In 2015, our campus took it to the next level by redefining what it means to collaborate with collective commitments centered around the 4 critical questions.  We now consider the four critical questions each day on our campus. We recognize the importance of everyone on our campus being crystal clear when it comes to learning expectations. Teachers have worked to identify essential standards at each grade level. Once essential standards are identified, they are aligned vertically. Our staff engages in this work annually. Each year our essentials are revisited and revised if needed. Unit plans for each essential standard are written by grade level teams that include teacher behaviors, ladder of learning targets in cognitive demand, common formative assessments, pre/post assessments, and rubric. The data from these assessments help us identify if students have learned each essential. Teachers meet consistently to review data and determine next steps for kids. Each child in our building is discussed frequently by name and specific need. Data helps us identify what we do when kids learn and when kids have yet  to demonstrate mastery of a specific standard. When students demonstrate they have mastered an essential standard they receive extension. Students needing additional support receive appropriate intervention.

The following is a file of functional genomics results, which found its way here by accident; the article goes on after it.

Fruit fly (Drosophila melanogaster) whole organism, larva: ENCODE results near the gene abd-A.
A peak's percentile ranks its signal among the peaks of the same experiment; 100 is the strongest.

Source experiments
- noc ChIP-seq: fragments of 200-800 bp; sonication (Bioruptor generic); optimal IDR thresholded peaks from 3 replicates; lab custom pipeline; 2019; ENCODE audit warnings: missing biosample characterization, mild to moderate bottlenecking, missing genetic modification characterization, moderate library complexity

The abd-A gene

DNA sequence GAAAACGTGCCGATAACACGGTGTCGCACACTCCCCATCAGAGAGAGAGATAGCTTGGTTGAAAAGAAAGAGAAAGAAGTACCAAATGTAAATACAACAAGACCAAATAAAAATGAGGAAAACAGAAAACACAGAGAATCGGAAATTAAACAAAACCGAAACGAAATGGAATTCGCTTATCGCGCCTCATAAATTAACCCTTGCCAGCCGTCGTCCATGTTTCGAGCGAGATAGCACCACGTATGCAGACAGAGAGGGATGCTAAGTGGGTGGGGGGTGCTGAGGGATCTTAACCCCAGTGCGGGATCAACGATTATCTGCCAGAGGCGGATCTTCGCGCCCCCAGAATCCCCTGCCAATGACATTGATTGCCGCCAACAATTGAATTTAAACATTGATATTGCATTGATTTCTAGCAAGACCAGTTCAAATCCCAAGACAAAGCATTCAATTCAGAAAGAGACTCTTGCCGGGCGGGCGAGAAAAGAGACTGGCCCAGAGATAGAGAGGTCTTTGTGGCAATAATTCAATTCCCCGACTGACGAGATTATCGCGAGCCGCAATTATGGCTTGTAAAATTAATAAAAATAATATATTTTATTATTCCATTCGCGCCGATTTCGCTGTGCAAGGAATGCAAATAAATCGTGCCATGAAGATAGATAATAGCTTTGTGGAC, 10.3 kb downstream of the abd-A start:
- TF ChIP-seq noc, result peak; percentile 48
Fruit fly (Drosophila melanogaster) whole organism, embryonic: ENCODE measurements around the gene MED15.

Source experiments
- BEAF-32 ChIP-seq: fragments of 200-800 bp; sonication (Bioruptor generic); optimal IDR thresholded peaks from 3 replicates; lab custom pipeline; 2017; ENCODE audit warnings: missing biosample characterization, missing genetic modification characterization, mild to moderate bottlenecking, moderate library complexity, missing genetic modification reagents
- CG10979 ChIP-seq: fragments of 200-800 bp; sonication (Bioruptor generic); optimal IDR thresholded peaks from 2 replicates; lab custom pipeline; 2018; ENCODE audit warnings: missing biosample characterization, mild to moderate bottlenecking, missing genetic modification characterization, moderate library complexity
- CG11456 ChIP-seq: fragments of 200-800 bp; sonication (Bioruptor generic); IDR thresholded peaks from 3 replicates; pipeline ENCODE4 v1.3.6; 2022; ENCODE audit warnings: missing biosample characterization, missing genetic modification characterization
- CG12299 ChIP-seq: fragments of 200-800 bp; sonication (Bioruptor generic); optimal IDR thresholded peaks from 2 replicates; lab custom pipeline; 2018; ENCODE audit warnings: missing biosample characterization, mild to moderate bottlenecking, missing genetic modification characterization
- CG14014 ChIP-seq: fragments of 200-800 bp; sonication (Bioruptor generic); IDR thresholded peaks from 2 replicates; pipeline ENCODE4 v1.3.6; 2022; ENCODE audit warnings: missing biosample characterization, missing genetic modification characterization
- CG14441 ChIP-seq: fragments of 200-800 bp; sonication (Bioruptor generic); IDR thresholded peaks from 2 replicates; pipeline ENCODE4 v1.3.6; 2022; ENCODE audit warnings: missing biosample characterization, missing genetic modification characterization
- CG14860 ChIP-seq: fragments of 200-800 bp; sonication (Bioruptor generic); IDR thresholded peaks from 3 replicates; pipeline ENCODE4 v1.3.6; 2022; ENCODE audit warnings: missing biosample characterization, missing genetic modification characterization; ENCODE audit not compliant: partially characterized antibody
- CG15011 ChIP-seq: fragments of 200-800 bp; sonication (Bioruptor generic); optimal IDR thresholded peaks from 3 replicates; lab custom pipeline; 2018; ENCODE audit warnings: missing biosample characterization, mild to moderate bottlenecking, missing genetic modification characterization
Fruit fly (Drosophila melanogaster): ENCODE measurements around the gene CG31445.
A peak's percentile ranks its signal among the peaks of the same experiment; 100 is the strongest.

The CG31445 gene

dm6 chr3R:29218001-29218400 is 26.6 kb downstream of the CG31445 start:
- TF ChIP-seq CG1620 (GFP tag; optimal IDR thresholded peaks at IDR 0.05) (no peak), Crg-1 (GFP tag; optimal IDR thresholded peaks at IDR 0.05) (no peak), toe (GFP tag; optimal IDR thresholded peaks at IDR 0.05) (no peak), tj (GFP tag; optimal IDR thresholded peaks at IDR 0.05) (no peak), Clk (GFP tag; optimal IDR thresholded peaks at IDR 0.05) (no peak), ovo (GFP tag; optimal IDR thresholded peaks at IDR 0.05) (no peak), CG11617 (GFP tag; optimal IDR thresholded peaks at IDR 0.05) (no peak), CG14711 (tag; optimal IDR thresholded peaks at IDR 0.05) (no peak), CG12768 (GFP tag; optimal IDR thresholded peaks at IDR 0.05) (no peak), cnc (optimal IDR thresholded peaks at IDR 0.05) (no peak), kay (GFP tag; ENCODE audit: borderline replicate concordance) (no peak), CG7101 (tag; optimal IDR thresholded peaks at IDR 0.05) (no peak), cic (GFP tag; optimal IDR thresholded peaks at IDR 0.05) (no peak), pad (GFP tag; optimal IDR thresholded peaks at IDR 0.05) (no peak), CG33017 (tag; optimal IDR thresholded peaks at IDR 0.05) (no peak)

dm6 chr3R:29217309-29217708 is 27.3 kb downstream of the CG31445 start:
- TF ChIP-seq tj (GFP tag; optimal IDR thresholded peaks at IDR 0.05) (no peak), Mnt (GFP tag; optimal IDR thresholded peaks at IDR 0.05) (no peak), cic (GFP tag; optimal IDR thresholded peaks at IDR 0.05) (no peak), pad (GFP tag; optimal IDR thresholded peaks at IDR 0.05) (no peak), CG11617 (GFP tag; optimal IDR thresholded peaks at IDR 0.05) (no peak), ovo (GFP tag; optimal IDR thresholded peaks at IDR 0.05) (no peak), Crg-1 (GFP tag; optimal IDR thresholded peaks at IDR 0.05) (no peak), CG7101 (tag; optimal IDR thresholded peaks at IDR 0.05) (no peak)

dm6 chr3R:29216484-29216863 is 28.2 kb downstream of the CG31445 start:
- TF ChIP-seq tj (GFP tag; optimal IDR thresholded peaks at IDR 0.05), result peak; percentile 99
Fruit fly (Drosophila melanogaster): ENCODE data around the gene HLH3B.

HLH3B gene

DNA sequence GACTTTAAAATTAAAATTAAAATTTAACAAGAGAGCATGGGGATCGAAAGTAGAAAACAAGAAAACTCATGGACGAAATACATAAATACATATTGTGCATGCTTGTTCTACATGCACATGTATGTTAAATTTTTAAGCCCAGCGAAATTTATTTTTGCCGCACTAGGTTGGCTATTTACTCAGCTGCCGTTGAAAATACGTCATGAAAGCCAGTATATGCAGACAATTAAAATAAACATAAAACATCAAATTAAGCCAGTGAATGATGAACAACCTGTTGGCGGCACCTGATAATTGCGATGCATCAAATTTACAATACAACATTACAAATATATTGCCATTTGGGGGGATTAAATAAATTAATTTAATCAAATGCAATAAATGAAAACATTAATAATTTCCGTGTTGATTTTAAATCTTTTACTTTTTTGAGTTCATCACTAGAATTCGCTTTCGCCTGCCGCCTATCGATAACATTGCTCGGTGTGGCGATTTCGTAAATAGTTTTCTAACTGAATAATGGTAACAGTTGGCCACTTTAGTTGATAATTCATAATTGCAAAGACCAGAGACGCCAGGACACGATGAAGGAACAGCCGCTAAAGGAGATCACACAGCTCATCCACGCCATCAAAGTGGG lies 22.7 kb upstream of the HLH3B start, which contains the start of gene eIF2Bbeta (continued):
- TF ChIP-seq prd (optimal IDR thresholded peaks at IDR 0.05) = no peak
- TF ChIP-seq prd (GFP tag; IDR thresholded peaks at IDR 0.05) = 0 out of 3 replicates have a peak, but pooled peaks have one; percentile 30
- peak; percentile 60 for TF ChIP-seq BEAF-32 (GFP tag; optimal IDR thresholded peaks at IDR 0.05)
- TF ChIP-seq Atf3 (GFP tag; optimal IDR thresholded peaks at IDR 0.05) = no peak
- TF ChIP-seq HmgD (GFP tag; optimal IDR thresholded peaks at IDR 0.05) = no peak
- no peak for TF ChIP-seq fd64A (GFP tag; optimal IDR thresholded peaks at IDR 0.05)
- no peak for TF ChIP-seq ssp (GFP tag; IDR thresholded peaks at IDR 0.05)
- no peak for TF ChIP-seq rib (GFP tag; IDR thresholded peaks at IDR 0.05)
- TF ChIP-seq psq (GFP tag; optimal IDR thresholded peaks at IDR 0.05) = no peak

We can identify a true turning point in our journey. It was the first time we attended the  RTI at WORK conference held in Des Moine, Iowa in May 2018.  The three days of learning put the pieces together for us on what change we needed to bring back in order to truly meet ALL kids at HIGH level.  This wouldn’t be an easy feat, but we were determined to start looking at intervention and extension differently at Savannah Elementary.  Historically, we had team leaders for each grade level.  We immediately established a Guiding Coalition with more of a focus on student learning, rather than messengers of information & deadlines.  The first thing the Guiding Coalition established was our master schedule to reflect time for tier one, tier two, and tier three instruction.  We didn’t want any student to miss any part of the pyramid, if needed.  All students would receive tier 2, which we call Target Time, whether as intervention or extension.  Historically, we only had tier 2 time for reading, but with our new way of thinking we made it a priority in the master schedule for reading & math intervention daily.  Additionally, we evaluated our intervention programs and purchased Leveled Literacy Intervention for our reading interventionist to use as our tier 3 reading intervention and teacher teams to use for tier 2 intervention.  Our teams determined their essential standards and created essential standards chart and essential unit plans to guide their instruction.  We put emphasis on teaching less better! In 2015-2016, the state of Texas created a new accountability system. That year we would have received a ‘D’ grade according to the new system. In the 2018-2019 school year, we received a ‘B’ from the state. This improvement was by and large due to the work we learned from the RTI at Work Conference and implementation of the protocols and systems on our campus.